Is China Playing Dirty With This Iconic American Industry?

Steel has always been a competitive industry. However, U.S. steel makers have been increasingly complaining about foreign competitors selling steel below what it costs to make. This is called dumping, and according to Nucor (NYSE: NUE  ) CEO John Ferriola, it's the biggest risk the steel industry faces.

Too much steel
Dumping comes about when a steel maker sells steel products in a foreign country for less than they cost to manufacture. How can a company do that? The first ill isn't actually dumping, it's overcapacity.

Running a steel mill is an expensive proposition. The more you utilize a mill, the more the costs can be spread out over finished product. A few years ago, demand for steel, particularly in China, was huge and companies around the world increased production to meet that demand.

(Source: Alfred T. Palmer, via Wikimedia Commons)

However, China's growth has started to slow and so, too, has its demand for steel. ArcelorMittal (NYSE: MT  ) , a global steel giant, is calling for Chinese demand growth to fall by as much as 50% year over year in 2014 alone. So all of the new production brought on line to serve emerging economies, particularly China, isn't needed right now.

Nucor's Ferriola was quite direct about the issue during the second quarter conference call: "A significant portion of this import surge is being driven by worldwide overcapacity that continues to operate as a result of illegal government subsidies and other trade law violations." Essentially, countries like China are providing financial support to keep their steel mills running at high capacities, but without adequate domestic demand, the mills are willing to offload products wherever they can and undercut on pricing to do it.

China and who else?
China is the country that's most often singled out by Nucor, however it isn't alone. For example, the United States has won dumping cases against India, Indonesia, Taiwan, Thailand, and Ukraine. Korea is getting in on this act, too. And the U.S. government is currently looking to see if Mexico and Turkey are giving illegal assistance to their steel makers.

If that seems like a lot of countries it's because it is. Nucor's Ferriola has described it as a "Tsunami." So why not step in to stop the onslaught? The U.S. steel industry is working on it, but it has to take these fights on product by product. For example, the dispute over Mexico and Turkey is about just rebar. And the process isn't easy.

(Source: Katsushika Hokusai, via Wikimedia Commons)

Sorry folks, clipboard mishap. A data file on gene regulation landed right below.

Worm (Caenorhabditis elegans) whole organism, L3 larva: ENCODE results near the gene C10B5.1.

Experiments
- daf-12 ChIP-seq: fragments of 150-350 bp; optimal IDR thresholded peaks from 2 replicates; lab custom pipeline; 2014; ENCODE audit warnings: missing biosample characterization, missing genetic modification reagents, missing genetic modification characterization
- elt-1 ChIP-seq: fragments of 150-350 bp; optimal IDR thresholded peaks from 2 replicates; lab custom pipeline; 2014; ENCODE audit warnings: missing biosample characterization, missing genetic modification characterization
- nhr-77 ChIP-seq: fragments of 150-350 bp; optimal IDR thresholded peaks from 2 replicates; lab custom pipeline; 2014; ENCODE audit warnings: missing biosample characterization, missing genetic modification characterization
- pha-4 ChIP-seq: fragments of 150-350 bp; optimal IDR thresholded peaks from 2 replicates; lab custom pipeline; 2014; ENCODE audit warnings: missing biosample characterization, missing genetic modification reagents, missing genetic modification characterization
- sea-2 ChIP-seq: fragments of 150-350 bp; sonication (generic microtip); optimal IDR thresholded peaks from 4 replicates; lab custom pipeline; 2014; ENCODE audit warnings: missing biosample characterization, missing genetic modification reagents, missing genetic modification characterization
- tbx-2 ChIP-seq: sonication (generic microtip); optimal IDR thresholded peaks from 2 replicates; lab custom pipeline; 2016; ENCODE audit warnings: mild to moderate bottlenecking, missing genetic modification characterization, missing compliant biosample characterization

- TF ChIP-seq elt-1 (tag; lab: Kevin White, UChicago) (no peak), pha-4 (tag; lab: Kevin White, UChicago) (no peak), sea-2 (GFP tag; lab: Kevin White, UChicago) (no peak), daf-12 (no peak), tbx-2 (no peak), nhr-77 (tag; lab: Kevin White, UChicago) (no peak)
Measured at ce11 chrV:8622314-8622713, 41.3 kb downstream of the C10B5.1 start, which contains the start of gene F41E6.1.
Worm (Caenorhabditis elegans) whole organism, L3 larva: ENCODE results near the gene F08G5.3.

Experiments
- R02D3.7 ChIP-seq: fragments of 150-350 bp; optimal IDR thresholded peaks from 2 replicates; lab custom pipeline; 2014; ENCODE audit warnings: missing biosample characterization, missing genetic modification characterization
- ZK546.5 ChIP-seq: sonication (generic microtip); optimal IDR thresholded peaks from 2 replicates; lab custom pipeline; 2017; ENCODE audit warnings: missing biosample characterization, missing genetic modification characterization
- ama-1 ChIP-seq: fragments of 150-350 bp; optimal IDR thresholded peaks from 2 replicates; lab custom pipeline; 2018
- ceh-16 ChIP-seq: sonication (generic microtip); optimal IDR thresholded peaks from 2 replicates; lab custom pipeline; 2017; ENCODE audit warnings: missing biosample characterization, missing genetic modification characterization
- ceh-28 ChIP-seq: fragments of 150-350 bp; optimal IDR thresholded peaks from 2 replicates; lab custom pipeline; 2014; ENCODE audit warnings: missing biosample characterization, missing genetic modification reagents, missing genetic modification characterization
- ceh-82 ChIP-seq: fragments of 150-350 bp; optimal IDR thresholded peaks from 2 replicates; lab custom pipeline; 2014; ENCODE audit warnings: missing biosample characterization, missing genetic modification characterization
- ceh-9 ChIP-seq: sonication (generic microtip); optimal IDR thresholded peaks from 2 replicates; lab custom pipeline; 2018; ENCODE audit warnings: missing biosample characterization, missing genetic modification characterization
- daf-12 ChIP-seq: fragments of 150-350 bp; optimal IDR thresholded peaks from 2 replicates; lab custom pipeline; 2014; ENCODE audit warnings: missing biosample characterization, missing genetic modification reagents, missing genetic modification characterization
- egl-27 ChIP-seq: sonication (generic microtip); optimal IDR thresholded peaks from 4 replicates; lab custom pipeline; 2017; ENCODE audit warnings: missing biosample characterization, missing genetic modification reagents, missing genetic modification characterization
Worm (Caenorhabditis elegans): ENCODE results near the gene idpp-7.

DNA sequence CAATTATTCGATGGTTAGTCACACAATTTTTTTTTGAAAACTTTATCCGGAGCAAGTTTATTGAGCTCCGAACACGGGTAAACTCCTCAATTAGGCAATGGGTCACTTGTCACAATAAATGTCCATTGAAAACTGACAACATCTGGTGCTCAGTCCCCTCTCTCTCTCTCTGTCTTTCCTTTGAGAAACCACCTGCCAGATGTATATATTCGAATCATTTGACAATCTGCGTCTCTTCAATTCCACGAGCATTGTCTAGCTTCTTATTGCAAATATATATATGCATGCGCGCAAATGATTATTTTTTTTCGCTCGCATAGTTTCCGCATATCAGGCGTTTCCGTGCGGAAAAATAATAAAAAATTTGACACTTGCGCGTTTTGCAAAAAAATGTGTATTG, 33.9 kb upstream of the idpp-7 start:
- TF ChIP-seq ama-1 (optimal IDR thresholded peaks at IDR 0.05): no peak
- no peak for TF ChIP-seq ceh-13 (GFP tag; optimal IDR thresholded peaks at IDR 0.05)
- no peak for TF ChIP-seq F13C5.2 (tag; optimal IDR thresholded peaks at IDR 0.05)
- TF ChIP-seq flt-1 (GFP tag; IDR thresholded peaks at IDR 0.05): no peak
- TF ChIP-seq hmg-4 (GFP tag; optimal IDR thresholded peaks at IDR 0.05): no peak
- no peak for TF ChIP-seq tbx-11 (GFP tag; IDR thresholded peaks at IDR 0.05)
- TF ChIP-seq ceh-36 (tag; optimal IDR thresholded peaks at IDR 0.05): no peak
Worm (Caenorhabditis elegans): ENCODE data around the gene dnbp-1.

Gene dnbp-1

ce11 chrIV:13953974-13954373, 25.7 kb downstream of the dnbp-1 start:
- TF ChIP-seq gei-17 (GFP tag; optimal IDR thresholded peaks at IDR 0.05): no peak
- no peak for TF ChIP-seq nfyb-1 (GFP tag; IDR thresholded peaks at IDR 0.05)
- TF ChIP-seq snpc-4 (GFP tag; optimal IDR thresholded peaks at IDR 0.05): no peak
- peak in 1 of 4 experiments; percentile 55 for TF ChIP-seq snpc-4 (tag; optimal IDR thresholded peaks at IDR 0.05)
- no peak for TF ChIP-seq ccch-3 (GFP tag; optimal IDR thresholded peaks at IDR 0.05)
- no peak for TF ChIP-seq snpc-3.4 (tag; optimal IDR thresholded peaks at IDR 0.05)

Rick Blume, a general manager at Nucor, recently explained to the U.S. Senate that "the Commerce Department found that the Turkish government was giving its producers energy subsidies, but then concluded that these subsidies had no value. This makes no sense, given the energy-intensive nature of steelmaking."

Worse, he continued, "Even when we win a case, too often the dumped products keep pouring in and causing further injury. After trade relief was granted on oil country tubular goods ('OCTG') from China in 2010, Chinese producers shifted minor finishing operations to other countries such as Indonesia to evade the dumping duties." Like cockroaches, the steel finds a new way in and U.S. steel makers have to fight another battle. And while this particular issue was eventually dealt with, an exasperated Blume pointed out that "it took 18 months!"

The good fight
On some level, this sounds like a quixotic endeavor that can never be truly won. However, Nucor and other steel makers are putting up a good fight and slowly making progress. Nucor's CEO Ferriola, for example, is "a little bit more optimistic that our government is finally getting to understand the importance of these trade cases and the impact that [dumping] has on our economy."

That said, the dumping issue isn't going away anytime soon. And if you watch the steel industry you need to pay close attention to trade cases; they are an increasingly important key to the U.S. steel industry's success or failure.

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Reuben Brewer

Reuben Gregg Brewer believes dividends are a window into a company's soul. He tries to invest in good souls.

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